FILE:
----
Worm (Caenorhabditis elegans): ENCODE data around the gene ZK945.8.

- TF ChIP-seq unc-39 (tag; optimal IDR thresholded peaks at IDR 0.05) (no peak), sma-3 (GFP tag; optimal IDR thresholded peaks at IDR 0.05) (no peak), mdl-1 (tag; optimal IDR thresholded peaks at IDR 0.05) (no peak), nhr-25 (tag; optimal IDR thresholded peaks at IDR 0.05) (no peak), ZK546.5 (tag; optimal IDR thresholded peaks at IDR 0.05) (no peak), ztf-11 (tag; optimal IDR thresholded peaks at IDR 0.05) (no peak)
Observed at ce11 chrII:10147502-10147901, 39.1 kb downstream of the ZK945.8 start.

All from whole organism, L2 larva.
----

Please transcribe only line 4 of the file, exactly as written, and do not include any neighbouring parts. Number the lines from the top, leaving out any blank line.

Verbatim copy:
All from whole organism, L2 larva.